The latest White House military pin-up vigorously protested the administration's hard-core policy toward the Middle East. Instead of calling for more and more young men and women to become cannon fodder, Gen. David Petraeus said: "You don't kill or capture your way out of an industrial strength insurgency."
As a long-time critic of American moves in that part of the world, I could not say it better.
Beginning with the thesis that eliminating Saddam Hussein, continuing with the faulty premise that the administration's Shock and Awe tactic would finish off all opposition and down to the very shaky proposition that bringing in more Americans was really the answer, General Petraeus signaled that he finally understood.
It's the totally opposite side of George W. Bush's "bring 'em on," and a quintessential difference from the "surge" philosophy. We have made enemies of more than one billion Muslims because our government is locked in a 19th century mentality. It worked when the Brits were building the empire on which the sun never set, but then the objects of their imperial desires were primitive and possessed no medium to communicate with one another.
Never mind the money Washington poured into Iraq – much of which went into Shiite and Sunni politicians' wallets – we encountered a situation where the story once relegated to newspapers' back pages burst out into the mainstream media. The Russians' 10-year incursion collapsed because the real enemy they met was not on the firing line but out of sight.
The Afghans struggled against the Red Army with U.S. help but also with that of other anti-Soviet and anti-West backers. The man Americans know as Osama bin Laden first earned his international spurs in Afghanistan. As soon as the Red Army left, he moved right in. After the unspeakable happened – on 9/11 – the American establishment made a half-hearted effort to pull him out. But they got very little support, domestically or internationally.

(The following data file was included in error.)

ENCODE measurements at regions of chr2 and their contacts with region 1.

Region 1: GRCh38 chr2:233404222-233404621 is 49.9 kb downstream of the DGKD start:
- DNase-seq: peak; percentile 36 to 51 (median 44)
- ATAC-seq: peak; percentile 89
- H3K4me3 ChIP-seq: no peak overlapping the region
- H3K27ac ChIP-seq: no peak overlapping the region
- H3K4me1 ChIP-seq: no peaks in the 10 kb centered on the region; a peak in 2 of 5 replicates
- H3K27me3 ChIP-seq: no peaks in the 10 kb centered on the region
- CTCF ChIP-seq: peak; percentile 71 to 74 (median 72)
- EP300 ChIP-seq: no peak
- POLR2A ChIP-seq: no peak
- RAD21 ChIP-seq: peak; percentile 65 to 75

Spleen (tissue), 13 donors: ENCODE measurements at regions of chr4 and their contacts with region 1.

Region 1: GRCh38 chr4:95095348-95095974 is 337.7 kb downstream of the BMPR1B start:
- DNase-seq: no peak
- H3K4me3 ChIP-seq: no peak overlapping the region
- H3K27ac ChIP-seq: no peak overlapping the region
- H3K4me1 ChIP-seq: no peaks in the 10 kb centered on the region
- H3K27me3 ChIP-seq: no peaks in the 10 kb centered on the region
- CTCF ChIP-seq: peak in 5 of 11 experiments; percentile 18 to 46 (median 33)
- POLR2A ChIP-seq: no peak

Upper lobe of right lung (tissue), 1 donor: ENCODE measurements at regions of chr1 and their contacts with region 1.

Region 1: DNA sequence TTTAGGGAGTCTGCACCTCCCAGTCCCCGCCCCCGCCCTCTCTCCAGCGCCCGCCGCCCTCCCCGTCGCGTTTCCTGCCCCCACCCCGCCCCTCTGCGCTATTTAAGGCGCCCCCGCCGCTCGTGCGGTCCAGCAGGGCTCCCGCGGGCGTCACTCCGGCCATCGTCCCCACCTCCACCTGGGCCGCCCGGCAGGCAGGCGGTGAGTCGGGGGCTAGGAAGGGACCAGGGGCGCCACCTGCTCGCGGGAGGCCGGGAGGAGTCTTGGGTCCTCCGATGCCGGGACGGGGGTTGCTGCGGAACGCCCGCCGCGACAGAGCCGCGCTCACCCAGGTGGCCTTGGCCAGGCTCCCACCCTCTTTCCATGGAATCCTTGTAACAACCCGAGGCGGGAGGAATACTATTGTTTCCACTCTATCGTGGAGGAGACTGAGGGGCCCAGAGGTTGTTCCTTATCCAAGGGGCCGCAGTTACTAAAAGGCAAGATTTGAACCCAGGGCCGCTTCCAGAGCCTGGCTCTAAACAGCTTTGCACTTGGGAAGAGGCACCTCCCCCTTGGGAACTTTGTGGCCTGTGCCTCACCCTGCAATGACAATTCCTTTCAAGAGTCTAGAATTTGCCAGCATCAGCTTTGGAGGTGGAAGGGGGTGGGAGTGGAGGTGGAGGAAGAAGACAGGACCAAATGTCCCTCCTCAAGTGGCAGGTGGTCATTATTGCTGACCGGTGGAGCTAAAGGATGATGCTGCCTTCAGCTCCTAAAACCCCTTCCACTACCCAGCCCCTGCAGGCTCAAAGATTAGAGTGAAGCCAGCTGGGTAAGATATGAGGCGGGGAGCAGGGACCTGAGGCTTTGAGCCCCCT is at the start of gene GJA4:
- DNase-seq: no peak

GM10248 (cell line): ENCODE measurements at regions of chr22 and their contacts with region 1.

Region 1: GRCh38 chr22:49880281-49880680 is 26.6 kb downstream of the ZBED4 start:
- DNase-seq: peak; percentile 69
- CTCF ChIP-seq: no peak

Such valiant American allies as France, Germany, Italy and a procession of lesser powers created a pastiche of fighting and non-combat troops limited in numbers.
Before the invasion of Iraq, all that followed was a product of Mr. Bush. It made no sense in Paris, Berlin, Rome and on Frederick's North Market Street. The neo-fascist Italian chief honcho went along until his Senate made him realize he was being less than practical and doing absolutely no good for the nation and its citizens. (The Senate in Rome printed my name and publication – New Republic – when I broke the story about undue influence by the colonels who ruled Greece.)
David Petraeus was guilty this week of gross military heresy. Other generals and flag officers would have called for more ammunition and warm bodies; he broke publicly the skein that started back with Lord Cardigan, who commanded the tragic light brigade of 600 who charged dug-in cannons and sharpshooters. Years later historians can cite no proof the dead horsemen had the slightest influence on the battle of Balaklava, or on the Crimean War.
George W. Bush, Richard Cheney, et al, have been all too willing to fight terrorists as long as others do the fighting and dying. Lieutenant General Petraeus said there must be a better way, and set out to help politicians find the path.